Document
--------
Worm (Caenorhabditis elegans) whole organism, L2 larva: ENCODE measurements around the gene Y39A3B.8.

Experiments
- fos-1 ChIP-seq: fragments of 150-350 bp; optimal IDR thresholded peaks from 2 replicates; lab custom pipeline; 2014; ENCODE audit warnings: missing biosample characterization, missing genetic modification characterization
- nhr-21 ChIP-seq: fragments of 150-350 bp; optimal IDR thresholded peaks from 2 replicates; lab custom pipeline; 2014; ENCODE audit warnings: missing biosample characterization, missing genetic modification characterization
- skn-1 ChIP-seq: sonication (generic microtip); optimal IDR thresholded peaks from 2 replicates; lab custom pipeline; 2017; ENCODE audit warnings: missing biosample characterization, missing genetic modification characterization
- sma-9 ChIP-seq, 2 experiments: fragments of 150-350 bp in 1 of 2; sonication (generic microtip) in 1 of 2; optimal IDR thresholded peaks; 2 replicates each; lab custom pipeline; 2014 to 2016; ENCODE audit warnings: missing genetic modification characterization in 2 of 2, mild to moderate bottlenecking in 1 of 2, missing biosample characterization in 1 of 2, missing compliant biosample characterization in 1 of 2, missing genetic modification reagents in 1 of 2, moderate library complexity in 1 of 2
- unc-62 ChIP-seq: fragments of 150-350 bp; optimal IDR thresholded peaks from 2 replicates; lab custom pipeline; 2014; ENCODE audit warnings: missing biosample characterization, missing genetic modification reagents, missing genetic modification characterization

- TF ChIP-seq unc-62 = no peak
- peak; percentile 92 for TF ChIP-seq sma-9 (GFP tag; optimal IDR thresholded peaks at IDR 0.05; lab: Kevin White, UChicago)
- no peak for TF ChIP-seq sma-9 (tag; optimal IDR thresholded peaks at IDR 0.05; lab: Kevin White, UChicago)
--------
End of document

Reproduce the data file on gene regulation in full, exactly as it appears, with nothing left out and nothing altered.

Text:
Worm (Caenorhabditis elegans) whole organism, L2 larva: ENCODE measurements around the gene Y39A3B.8.

Experiments
- fos-1 ChIP-seq: fragments of 150-350 bp; optimal IDR thresholded peaks from 2 replicates; lab custom pipeline; 2014; ENCODE audit warnings: missing biosample characterization, missing genetic modification characterization
- nhr-21 ChIP-seq: fragments of 150-350 bp; optimal IDR thresholded peaks from 2 replicates; lab custom pipeline; 2014; ENCODE audit warnings: missing biosample characterization, missing genetic modification characterization
- skn-1 ChIP-seq: sonication (generic microtip); optimal IDR thresholded peaks from 2 replicates; lab custom pipeline; 2017; ENCODE audit warnings: missing biosample characterization, missing genetic modification characterization
- sma-9 ChIP-seq, 2 experiments: fragments of 150-350 bp in 1 of 2; sonication (generic microtip) in 1 of 2; optimal IDR thresholded peaks; 2 replicates each; lab custom pipeline; 2014 to 2016; ENCODE audit warnings: missing genetic modification characterization in 2 of 2, mild to moderate bottlenecking in 1 of 2, missing biosample characterization in 1 of 2, missing compliant biosample characterization in 1 of 2, missing genetic modification reagents in 1 of 2, moderate library complexity in 1 of 2
- unc-62 ChIP-seq: fragments of 150-350 bp; optimal IDR thresholded peaks from 2 replicates; lab custom pipeline; 2014; ENCODE audit warnings: missing biosample characterization, missing genetic modification reagents, missing genetic modification characterization

- TF ChIP-seq unc-62 = no peak
- peak; percentile 92 for TF ChIP-seq sma-9 (GFP tag; optimal IDR thresholded peaks at IDR 0.05; lab: Kevin White, UChicago)
- no peak for TF ChIP-seq sma-9 (tag; optimal IDR thresholded peaks at IDR 0.05; lab: Kevin White, UChicago)